The Price of Abe's Pragmatism
It Has Hurt Japan's Moral Standing
Over the past few years, Japanese Prime Minister Shinzo Abe has scored a string of foreign policy successes that have led analysts such as Washington Post editorial page editor Fred Hiatt to dub him a shrewd pragmatist. In 2015, Abe secured a historic agreement with South Korea, in return for an apology and restitution for World War II era “comfort women.” (Japan’s kidnapping of thousands women and forcing them into sex slavery during the war has regularly harmed relations since it became public in the late 1980s.) He also hosted then-U.S. President Barack Obama at a commemoration in Hiroshima, in which Obama paid respects to the victims of the atomic bomb, a first for a sitting U.S. president. Abe returned the favor by visiting Pearl Harbor, “a remarkable about-face” that the media dubbed yet another demonstration of his political pragmatism.
Abe’s actions, along with his willingness to court controversial leaders such as Philippine President Rodrigo Duterte, Russian President Vladimir Putin, and U.S. President Donald Trump, seemed to demonstrate his willingness to set aside his personal beliefs for politically unattractive short-term moves in service of his long-term economic and security agenda. Abe remains a staunch conservative, believing that Japan was forced into WWII, that Japan’s constitution was forced on the country following the war and thus is in need of revising, and that Japan needs to reassert its strength in the international arena. His softening on historical issues is tied to his need to secure an economic recovery and build regional relationships to balance an increasingly assertive China. But his willingness to ignore the liabilities of courting these leaders may not be a sign of pragmatism, but of dependency.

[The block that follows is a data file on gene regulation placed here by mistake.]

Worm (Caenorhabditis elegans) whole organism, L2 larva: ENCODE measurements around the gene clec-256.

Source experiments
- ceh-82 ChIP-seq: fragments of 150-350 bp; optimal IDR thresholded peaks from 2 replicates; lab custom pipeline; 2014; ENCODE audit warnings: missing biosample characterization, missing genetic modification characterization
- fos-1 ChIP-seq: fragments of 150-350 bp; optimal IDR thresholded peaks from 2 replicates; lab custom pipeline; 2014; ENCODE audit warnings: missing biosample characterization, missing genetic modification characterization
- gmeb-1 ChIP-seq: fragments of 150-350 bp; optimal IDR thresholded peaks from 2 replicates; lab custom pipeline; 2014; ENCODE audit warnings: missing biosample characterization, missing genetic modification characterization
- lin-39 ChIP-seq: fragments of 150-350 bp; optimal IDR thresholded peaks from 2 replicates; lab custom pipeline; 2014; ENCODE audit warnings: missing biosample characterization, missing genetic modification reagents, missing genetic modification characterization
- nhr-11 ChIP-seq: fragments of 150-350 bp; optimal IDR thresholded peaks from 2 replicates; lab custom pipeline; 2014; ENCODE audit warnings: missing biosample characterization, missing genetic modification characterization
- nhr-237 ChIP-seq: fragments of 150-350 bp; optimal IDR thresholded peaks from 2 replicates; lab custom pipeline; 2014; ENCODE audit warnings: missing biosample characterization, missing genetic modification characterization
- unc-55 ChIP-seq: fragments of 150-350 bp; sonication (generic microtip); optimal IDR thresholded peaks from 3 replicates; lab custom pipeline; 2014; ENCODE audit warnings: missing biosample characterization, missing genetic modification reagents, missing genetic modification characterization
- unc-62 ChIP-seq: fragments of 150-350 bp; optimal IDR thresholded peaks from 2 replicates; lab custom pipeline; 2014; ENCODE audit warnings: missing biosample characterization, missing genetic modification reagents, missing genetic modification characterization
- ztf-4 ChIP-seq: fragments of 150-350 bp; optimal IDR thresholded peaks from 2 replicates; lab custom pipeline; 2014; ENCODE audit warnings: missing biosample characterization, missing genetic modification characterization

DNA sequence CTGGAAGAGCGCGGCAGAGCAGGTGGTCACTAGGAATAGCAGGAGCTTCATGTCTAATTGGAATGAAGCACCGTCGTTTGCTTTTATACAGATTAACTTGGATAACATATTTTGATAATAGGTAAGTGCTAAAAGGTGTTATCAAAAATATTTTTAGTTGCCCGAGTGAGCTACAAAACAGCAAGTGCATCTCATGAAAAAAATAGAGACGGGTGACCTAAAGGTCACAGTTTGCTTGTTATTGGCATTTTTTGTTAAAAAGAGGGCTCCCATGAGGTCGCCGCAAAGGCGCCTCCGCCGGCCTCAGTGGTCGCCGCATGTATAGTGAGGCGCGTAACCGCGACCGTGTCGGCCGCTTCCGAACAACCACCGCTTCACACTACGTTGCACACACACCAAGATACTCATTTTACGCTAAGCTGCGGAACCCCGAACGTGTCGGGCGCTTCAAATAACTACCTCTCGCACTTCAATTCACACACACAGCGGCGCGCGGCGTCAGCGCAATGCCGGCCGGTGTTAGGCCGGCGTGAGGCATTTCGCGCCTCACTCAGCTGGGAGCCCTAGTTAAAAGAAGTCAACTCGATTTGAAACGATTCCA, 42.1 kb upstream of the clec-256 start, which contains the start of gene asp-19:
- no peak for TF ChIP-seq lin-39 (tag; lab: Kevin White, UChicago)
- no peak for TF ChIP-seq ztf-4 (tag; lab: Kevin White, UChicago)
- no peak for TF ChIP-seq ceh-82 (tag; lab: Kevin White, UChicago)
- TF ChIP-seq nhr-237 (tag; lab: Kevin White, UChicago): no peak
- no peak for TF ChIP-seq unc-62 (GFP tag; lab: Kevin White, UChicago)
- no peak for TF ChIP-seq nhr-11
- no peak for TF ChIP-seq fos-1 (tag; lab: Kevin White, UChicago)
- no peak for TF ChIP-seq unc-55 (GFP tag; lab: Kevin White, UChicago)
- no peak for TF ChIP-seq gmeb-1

Abe's willingness to ignore the liabilities of courting these leaders may not be a sign of pragmatism, but of dependency.
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